22

23

24

25

26

27

28

29

30

31

32

33

34

35

36

(5)

KEYWORDS: bioactive compounds, algae, pigment, lipid, health benefit, abiotic stress, metabolic reorientation, diatom

37

38

(6)

INTRODUCTION

More than 70% of Earth is covered with water, in which the most dominant group of living organisms is that of algae. Algae belong to the plant phylum. They are mostly living in water while they have colonized every type of ecological niche. The preferences of individual algal species, which determine their geographical distribution, are based on their environmental tolerance and their responses to abiotic interaction. On the other hand, natural populations are morphologically, physiologically and biochemically diverse because of genetic variability and abiotic conditions [1].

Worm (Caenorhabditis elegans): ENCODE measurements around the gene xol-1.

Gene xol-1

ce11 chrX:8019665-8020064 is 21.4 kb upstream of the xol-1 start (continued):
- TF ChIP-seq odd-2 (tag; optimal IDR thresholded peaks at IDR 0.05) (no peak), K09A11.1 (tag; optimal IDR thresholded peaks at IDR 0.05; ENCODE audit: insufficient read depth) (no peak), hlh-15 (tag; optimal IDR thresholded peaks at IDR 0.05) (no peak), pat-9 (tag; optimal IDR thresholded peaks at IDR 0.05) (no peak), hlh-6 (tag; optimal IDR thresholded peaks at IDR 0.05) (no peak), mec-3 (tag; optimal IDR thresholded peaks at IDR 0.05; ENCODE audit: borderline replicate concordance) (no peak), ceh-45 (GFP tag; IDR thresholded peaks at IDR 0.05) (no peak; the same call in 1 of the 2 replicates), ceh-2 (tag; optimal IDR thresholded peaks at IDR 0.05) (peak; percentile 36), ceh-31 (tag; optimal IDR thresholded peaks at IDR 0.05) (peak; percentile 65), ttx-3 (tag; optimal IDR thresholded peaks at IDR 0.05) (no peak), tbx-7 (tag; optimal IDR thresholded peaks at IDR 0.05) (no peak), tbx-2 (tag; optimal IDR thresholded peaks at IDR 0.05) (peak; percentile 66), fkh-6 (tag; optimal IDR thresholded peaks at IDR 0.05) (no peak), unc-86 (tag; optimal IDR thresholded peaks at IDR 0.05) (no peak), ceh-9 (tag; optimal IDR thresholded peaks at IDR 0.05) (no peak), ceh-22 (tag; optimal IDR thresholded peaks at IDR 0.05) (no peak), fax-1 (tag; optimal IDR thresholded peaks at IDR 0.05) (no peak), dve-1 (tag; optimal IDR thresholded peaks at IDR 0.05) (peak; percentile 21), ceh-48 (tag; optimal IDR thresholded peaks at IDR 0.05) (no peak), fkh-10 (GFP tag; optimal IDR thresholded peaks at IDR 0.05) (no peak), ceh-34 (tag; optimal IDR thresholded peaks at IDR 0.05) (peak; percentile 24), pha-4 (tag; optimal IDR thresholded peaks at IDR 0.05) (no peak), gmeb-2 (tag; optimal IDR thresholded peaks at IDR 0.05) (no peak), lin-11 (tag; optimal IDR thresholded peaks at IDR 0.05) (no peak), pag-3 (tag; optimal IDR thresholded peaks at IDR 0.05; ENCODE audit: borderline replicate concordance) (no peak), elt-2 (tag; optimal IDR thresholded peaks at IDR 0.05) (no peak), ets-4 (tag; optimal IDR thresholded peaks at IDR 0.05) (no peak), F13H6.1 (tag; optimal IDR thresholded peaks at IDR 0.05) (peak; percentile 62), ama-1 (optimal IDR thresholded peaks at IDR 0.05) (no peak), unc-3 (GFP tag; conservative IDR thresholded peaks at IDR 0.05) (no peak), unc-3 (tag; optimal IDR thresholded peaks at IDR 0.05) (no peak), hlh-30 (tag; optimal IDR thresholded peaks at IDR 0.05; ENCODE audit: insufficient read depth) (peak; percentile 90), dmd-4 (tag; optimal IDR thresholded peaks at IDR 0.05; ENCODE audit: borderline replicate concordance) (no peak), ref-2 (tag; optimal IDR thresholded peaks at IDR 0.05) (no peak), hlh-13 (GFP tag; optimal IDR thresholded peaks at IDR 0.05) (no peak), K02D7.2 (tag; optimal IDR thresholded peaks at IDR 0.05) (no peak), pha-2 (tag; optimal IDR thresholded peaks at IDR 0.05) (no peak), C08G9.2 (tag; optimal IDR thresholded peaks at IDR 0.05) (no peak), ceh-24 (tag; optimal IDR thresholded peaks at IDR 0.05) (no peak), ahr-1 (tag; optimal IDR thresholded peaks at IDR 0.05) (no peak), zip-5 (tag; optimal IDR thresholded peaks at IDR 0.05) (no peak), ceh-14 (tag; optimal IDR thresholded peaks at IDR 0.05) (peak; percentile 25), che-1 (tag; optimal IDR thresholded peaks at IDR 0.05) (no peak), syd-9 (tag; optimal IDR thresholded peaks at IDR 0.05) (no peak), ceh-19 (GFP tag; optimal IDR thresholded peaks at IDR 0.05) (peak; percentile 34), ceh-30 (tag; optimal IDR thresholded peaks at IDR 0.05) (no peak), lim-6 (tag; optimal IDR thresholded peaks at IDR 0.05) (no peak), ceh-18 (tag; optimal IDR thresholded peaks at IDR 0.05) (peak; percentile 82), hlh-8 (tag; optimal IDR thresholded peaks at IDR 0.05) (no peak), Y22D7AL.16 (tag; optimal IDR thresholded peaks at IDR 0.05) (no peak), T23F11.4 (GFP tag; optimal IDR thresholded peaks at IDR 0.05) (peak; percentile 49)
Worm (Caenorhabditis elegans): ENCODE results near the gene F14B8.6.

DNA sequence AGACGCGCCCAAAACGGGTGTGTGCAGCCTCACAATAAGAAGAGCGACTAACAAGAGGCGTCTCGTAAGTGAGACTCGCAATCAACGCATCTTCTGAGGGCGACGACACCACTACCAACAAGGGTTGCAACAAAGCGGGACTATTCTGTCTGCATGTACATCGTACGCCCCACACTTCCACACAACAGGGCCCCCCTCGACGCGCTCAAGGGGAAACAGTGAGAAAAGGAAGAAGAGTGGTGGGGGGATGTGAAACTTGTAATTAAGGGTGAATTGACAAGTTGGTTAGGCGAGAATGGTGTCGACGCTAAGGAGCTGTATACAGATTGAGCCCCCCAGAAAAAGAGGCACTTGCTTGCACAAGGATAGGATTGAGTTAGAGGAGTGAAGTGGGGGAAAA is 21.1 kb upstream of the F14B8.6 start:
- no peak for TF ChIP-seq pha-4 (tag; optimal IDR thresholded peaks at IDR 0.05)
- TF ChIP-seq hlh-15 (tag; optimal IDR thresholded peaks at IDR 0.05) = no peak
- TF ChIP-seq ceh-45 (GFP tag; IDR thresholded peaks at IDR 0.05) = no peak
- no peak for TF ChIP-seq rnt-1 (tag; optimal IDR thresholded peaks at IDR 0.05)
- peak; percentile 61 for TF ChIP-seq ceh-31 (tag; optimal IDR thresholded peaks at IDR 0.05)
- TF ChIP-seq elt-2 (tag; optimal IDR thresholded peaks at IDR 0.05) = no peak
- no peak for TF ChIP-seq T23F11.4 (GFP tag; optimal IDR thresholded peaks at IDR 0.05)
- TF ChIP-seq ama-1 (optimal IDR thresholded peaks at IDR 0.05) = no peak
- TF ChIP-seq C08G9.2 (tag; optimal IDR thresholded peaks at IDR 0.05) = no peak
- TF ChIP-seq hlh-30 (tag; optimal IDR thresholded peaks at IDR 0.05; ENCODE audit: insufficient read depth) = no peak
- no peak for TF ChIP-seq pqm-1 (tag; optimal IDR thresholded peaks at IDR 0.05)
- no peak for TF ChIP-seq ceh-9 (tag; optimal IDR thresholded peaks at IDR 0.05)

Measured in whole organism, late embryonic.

Algae have a tremendous impact on the sustainability of the marine ecosystem as being the primary producers [2] and, therefore, a food source for other marine organisms. Their potential is not restricted to this point as through feeding of other organisms placed at higher levels in the food chain can take benefit from particular me-tabolites such as photoprotective compounds [3]. On the basis of their constituting number of cells, algae can be grouped as unicellular or pluricellular organisms, these terms being often taken as synonym for microalgae or phytoplankton and macroalgae, respectively. Algae represent a few percentage among the total number of species described so far (Fig. S1) even though the number of species is probably largely underestimated [4]. This is especially true for microalgae. The use of algae as fertilizers and food is established since the antiquity. Con-sidering the increasing need of food, bioenergy, pharmaceutical and cosmetic compounds, a particular attention has been paid for the last decade to sustainable resources that do not compete with usual food resources. Mi-croalgae are pretty good candidates for such a purpose and their long evolutionary and adaptive diversification has led to a large and diverse array of biochemical constituents. Amazingly, the development of industrial pro-cesses using algae remains weak (15 106 T produced/year) when compared to the field production (4 109 T pro-duced/year) [4], probably because of their typicalweak growth rate compared [5]. Therefore, the improvement of culturing performances constitutes the best way to make alga cost-competitive. This can be achieved through a deep knowledge of algal biochemistry and physiology and obviously through optimization of bioreactors. Never-theless, numerous new molecules are isolated, described at the atomic level and tested for their biological activi-ties, as testified by the increasing number of publications on this topic found in databases (total number of papers published between 1964 and 2011 = 705) (Fig. S2). This amount remains however very small when compared with the number of papers published about molecules originating from higher plants (> 13000) [1, 6-10]. Until recently, it was thought that the metabolism of algae is close to that of higher plants. However, the interpretation of sequenced genomes established the originality of the algal metabolism and will bring information about pri-mary and secondary metabolisms, and the presence of key molecules (e.g., [11]).